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Kingdom of Priests

The truth, that is, about the impact on women if Savage’s dreams of men marrying men come true. In the gay marriage debate, heterosexual women are a crucial swing vote. Every poll I’ve looked at shows this: men are more opposed to creating this radical new social institution than women are. Nationally, the margin of difference between the sexes on the issue is about 11 percent. Obviously, women’s support is crucial to the cause. Lose it, and you’ve lost.

I think that explains why after I wrote on the subject, Savage in his blog at The Stranger attacked me several times in increasingly obscene and personal terms. So did his readers in the comment box here, creating a task for me in unpublishing the really foul ones. Oh well, you get used to it. However there’s a serious point here that needs to be understood. This is not about Dan Savage, who edits an alternative paper here in Seattle, but he serves as a useful illustration.
One commenter on this blog, Monique, wrote to me about how Savage with his sex column in the Stranger had helped her when she was 14 years old, as a sort of “cool” gay uncle figure, full of sound advice on when to dump jerky guys. Uh huh, very nice. What she didn’t see is that the very same sexual culture that fed the animalism of the boys who hurt Monique is the culture that Savage seeks to advance. 
Some of that culture’s tenets include rejecting: 1) the normative value linking sex with reproduction, 2) insistence on faithfulness to a single spouse, and 3) any concept of modesty where private expressions of passion are kept private.
Homosexual male culture is the way it is because it centers upon encounters between men and men alone. Everything that’s most animalistic about men when they are not in the company of women has an excellent opportunity to emerge to the fore. The Biblical story of the two angels who visit Sodom, and of what Lot proposed to do to his daughters (give them over to the vicious crowd outside his house), has this as one of its lessons.
So wouldn’t you know it, I sat down at Tully’s yesterday and there in the newspaper bin across from me was the latest Stranger with an article by editor Savage highlighted on the front cover. This one was not quite as obscene as much of the rest of his writing, but still too much to link to from this blog. He talks about making peanut-butter cookies for his “husband,” here referred to as his “boyfriend,” and son. How domestic! But then he goes on to describe the rest of his lifestyle, which is not exactly domestic. I’ll spare you, but one detail caught my eye.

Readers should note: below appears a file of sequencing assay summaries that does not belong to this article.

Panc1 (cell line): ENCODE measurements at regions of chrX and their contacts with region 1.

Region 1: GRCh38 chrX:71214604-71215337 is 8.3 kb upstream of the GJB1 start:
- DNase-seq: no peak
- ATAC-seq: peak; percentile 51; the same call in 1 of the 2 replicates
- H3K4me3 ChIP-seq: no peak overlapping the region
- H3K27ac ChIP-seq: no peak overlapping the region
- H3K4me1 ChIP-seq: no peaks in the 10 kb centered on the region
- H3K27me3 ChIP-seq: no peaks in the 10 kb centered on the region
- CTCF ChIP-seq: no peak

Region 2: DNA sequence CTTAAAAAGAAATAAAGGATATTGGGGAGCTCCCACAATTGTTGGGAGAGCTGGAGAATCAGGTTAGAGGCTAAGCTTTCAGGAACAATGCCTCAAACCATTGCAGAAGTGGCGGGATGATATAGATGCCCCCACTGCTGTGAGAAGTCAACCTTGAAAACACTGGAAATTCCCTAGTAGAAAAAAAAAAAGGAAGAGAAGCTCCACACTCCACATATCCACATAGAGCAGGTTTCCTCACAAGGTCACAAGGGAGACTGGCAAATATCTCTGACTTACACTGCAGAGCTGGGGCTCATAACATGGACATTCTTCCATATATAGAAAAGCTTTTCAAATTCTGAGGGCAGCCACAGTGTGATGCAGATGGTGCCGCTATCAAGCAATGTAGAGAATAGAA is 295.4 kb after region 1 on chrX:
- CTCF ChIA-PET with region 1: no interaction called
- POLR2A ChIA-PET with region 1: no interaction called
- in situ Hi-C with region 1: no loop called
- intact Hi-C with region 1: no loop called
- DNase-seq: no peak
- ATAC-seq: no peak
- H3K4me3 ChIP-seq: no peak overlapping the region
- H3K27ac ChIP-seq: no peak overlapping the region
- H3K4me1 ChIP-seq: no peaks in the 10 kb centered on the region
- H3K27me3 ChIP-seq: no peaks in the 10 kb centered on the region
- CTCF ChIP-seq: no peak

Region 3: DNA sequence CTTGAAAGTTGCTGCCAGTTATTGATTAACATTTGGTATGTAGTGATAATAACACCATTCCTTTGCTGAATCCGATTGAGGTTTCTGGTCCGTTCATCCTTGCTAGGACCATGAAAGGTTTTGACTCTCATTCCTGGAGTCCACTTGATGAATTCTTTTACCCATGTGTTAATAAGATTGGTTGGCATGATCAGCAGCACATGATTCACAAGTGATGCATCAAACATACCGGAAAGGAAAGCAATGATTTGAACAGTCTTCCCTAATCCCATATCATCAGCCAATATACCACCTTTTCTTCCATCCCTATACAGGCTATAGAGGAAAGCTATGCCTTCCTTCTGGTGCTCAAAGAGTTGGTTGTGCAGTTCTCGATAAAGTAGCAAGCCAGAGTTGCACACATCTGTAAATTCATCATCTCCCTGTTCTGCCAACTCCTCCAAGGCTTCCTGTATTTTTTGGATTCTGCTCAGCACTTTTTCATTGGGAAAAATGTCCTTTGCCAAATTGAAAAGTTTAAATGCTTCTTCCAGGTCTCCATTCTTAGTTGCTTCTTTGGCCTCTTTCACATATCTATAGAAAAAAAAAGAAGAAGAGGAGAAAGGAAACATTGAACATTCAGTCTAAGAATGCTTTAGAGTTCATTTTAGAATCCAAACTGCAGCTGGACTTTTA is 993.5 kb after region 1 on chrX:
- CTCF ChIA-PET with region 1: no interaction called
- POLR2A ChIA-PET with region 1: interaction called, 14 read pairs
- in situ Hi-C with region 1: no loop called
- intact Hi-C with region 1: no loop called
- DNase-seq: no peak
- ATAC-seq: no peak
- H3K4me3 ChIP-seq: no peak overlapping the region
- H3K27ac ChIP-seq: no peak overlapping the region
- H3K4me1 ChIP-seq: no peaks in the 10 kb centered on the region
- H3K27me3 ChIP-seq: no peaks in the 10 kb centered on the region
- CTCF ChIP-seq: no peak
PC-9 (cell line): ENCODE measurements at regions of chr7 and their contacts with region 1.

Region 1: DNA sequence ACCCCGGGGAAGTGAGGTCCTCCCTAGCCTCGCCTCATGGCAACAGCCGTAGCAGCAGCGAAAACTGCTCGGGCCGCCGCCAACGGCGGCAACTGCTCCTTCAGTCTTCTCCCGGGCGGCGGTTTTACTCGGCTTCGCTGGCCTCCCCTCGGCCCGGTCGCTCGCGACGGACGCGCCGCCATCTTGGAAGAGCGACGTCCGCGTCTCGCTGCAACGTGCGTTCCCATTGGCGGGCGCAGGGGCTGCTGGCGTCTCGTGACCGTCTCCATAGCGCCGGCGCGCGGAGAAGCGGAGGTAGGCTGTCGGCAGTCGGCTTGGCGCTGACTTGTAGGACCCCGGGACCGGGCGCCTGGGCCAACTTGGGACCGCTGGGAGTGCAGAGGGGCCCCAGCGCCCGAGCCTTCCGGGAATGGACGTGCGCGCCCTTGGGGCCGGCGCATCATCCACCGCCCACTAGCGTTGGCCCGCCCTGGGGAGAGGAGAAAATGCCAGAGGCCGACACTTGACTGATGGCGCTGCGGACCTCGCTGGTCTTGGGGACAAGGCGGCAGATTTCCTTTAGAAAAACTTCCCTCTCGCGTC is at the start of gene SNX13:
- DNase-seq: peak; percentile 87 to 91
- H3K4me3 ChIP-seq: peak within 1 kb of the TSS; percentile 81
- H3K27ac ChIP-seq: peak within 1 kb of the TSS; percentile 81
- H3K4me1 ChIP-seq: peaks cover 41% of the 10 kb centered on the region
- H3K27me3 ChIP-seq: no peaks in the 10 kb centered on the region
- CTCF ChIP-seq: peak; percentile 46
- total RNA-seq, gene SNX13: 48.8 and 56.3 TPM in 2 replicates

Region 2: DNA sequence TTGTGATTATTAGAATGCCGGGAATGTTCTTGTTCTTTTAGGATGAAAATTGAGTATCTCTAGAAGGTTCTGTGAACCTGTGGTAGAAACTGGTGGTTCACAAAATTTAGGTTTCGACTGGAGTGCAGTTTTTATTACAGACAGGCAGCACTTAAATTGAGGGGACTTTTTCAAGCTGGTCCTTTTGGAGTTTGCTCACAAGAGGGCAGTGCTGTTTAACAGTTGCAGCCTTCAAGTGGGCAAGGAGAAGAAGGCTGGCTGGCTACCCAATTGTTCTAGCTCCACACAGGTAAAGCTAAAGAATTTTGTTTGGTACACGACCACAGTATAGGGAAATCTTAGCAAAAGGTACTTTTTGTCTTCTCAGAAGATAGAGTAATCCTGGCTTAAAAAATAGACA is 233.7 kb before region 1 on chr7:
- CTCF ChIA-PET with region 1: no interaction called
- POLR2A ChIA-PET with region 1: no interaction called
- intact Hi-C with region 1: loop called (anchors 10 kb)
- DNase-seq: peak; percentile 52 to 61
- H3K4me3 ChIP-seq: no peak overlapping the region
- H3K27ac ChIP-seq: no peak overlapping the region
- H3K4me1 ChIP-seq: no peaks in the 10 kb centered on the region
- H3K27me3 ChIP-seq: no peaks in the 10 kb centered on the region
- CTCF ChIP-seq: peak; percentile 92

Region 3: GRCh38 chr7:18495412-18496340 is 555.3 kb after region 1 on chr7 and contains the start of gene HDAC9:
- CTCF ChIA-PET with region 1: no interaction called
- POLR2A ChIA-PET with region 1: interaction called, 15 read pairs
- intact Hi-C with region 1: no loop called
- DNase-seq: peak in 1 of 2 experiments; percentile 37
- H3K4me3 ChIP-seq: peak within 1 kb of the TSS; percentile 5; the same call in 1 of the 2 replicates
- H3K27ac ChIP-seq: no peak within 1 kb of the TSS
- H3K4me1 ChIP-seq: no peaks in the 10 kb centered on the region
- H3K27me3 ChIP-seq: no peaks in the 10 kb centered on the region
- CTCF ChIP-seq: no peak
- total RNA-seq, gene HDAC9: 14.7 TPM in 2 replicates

I had previously assumed that in his “marriage” he and his boyfriend are monogamous. Not so. Savage writes about how he would like to detail their adventures but his “boyfriend” vetoes the idea.
What was I saying about those tenets of sexual adventurism? Oh yes, that they may please Dan Savage and many other gay men. Sexual sterility goes inevitably with their lifestyle. Even in a “marriage” like Dan’s, monogamy isn’t expected. And there’s no necessary limit on lurid public expressions.
Monique, don’t you see? Girls and women were hurt by males with increasing  and heartbreaking frequency as the Sexual Adventurist Code of Values was progressively adopted since the 1960s as the norm among heterosexual males. No, we didn’t need homosexuals to teach us these things. It was old fashioned heterosexual adventurism. Many women are still paying the price.
But now gay activists want society’s seal of approval on their lifestyle, and it is, on average, far more extreme in its adventurism. And you think that will not encourage heterosexual men and boys to keep on hurting women as they do now, or worse? If homosexual males treat each other that way, with their activity officially endorsed by the government, why can we heterosexual males not relate to you, heterosexual women, in a similar fashion?
Imagine a man and a woman, of impeccably heterosexual tastes, with an open marriage on the Dan Savage model. Every woman with a brain in her head knows that in such a relationship, she’s likely to be the one who gets hurt. Not immediately, perhaps, but over the years. Today, we stand on the brink of stamping “Approved!” on the Savage model. And you think this will not have repercussions for heterosexual women?
Activists like Dan Savage try to keep such plain truths from us. When he writes in his own paper, he’s honest. When he writes an op-ed for the New York Times, he puts on his respectable hat and all the respectable readers say, “Oh, what a nice young man! Why can’t he marry his true love just like I did?” If we go along on this ride with him, what fools we are — but women, most of all.

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